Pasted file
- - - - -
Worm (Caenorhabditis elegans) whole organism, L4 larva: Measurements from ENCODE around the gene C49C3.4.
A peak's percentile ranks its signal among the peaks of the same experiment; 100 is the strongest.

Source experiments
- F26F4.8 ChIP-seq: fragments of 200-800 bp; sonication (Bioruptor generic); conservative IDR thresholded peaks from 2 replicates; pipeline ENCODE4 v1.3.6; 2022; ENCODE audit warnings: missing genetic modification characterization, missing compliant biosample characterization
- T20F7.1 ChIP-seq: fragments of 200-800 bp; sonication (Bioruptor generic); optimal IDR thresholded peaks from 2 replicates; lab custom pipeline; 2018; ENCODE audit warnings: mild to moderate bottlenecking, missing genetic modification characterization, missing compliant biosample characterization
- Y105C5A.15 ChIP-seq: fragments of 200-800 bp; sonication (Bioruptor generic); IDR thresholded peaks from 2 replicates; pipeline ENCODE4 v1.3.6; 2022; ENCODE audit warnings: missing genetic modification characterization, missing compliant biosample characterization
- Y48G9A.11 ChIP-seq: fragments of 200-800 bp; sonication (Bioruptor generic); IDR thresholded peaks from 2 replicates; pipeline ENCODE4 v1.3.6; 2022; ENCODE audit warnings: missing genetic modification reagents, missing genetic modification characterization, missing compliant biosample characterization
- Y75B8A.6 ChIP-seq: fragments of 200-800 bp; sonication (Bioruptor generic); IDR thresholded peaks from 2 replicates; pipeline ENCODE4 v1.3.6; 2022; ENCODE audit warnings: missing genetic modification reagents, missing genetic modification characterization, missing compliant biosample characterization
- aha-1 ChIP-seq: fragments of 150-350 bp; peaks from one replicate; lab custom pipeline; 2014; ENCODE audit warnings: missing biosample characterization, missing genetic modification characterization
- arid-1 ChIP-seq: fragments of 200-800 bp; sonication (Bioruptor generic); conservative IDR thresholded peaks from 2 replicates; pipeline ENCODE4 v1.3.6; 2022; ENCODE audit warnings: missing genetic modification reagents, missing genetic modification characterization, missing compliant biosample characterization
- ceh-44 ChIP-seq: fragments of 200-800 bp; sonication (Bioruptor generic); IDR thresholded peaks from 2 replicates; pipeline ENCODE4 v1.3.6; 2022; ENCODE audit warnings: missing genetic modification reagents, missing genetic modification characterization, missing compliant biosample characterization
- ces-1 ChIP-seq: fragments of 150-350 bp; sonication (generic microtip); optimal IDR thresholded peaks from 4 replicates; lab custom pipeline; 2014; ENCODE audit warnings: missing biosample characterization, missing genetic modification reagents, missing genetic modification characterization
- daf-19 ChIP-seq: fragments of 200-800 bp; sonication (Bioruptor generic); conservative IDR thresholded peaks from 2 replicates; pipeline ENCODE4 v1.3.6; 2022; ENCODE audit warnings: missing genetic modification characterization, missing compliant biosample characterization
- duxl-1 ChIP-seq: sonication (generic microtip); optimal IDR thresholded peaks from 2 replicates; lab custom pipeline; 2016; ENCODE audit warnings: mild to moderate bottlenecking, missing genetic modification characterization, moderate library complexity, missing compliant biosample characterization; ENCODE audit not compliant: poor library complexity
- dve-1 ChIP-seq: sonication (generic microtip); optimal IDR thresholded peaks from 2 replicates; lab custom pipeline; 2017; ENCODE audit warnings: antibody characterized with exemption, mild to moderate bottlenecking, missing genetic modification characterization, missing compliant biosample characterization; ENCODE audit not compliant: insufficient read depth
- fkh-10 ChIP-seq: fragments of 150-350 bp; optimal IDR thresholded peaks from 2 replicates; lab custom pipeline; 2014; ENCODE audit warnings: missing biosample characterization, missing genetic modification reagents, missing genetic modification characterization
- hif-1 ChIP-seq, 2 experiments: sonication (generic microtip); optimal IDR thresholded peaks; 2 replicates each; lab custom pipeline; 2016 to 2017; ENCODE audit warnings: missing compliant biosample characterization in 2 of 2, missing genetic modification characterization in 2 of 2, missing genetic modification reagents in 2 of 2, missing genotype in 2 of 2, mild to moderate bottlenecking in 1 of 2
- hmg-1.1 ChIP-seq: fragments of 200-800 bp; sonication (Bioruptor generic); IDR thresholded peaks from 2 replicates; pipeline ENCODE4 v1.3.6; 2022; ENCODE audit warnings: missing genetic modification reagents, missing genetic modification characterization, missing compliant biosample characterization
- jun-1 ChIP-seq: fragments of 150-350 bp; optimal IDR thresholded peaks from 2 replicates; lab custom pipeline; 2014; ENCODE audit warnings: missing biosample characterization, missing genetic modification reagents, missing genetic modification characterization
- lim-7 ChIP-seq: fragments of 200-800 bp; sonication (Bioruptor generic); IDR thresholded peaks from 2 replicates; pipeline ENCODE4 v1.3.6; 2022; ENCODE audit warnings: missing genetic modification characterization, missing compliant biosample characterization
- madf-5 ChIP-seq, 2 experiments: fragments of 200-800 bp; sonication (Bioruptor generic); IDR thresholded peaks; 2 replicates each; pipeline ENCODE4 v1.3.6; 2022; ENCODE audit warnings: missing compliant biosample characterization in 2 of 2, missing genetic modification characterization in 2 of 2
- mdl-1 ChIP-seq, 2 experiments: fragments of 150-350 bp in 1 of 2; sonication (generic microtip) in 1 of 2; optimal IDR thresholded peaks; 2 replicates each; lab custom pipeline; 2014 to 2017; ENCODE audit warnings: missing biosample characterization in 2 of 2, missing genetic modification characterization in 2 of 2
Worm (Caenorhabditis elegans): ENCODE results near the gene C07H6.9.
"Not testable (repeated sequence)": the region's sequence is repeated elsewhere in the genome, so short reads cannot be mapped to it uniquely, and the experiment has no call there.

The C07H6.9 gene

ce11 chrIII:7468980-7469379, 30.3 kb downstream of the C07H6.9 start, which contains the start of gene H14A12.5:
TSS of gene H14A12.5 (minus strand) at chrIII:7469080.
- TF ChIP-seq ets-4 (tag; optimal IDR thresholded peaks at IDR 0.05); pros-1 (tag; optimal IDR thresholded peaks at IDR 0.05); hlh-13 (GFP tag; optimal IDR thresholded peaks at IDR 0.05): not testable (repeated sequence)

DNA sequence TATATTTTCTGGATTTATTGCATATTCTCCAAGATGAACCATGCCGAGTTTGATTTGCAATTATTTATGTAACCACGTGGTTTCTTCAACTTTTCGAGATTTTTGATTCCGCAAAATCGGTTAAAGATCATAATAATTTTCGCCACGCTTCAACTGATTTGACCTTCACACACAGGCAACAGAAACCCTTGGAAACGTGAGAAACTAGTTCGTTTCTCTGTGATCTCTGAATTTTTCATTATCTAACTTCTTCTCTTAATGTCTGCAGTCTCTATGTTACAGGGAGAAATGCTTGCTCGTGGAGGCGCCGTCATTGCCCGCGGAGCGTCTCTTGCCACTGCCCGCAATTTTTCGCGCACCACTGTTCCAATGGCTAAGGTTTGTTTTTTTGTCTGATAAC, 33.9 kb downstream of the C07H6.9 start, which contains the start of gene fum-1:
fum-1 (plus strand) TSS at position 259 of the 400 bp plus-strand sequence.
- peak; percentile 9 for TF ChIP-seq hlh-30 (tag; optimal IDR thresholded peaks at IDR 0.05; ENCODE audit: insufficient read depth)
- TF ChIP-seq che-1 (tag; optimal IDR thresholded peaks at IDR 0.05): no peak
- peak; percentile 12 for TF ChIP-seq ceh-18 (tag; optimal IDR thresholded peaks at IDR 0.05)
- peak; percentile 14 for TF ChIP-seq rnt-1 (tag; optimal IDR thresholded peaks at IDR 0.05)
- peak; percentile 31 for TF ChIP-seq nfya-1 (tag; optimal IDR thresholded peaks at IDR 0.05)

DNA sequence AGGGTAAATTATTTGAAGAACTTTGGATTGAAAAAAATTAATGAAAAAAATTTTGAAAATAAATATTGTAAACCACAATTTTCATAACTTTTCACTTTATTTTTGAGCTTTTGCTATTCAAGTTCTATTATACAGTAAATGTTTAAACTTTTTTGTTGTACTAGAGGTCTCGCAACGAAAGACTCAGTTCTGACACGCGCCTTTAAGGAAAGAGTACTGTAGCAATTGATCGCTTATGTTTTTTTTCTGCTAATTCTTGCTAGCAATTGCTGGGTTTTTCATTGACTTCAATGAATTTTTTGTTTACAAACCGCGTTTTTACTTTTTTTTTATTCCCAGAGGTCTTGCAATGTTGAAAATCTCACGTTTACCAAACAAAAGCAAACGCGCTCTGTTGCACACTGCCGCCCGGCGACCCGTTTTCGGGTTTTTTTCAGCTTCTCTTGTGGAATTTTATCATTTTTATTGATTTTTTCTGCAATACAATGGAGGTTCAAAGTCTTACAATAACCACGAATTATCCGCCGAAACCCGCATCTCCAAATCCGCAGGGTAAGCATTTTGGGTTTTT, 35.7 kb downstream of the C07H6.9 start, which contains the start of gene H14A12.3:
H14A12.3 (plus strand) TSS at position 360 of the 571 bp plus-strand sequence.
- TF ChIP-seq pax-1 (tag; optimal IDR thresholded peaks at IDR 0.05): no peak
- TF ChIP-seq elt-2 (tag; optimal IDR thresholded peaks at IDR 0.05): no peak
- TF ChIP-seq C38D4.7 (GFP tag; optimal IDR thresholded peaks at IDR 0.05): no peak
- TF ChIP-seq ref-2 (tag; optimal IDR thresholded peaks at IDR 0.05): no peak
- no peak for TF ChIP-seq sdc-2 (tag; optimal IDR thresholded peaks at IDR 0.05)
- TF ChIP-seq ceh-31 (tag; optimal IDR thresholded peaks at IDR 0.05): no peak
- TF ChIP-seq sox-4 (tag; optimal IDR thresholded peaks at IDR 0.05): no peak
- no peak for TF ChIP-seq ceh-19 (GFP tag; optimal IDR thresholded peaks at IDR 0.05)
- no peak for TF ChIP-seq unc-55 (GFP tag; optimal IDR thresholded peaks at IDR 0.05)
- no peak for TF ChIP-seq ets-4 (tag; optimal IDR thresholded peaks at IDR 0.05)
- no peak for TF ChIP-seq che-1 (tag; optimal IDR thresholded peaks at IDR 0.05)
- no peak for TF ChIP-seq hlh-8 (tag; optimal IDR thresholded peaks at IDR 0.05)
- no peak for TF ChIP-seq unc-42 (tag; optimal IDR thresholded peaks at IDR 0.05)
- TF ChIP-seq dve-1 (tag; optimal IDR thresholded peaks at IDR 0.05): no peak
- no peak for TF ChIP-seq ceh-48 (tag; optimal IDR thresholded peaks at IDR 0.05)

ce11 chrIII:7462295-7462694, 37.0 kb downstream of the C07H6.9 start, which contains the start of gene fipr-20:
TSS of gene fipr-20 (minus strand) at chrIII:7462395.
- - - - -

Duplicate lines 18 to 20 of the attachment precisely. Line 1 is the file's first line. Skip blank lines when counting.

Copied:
- hmg-1.1 ChIP-seq: fragments of 200-800 bp; sonication (Bioruptor generic); IDR thresholded peaks from 2 replicates; pipeline ENCODE4 v1.3.6; 2022; ENCODE audit warnings: missing genetic modification reagents, missing genetic modification characterization, missing compliant biosample characterization
- jun-1 ChIP-seq: fragments of 150-350 bp; optimal IDR thresholded peaks from 2 replicates; lab custom pipeline; 2014; ENCODE audit warnings: missing biosample characterization, missing genetic modification reagents, missing genetic modification characterization
- lim-7 ChIP-seq: fragments of 200-800 bp; sonication (Bioruptor generic); IDR thresholded peaks from 2 replicates; pipeline ENCODE4 v1.3.6; 2022; ENCODE audit warnings: missing genetic modification characterization, missing compliant biosample characterization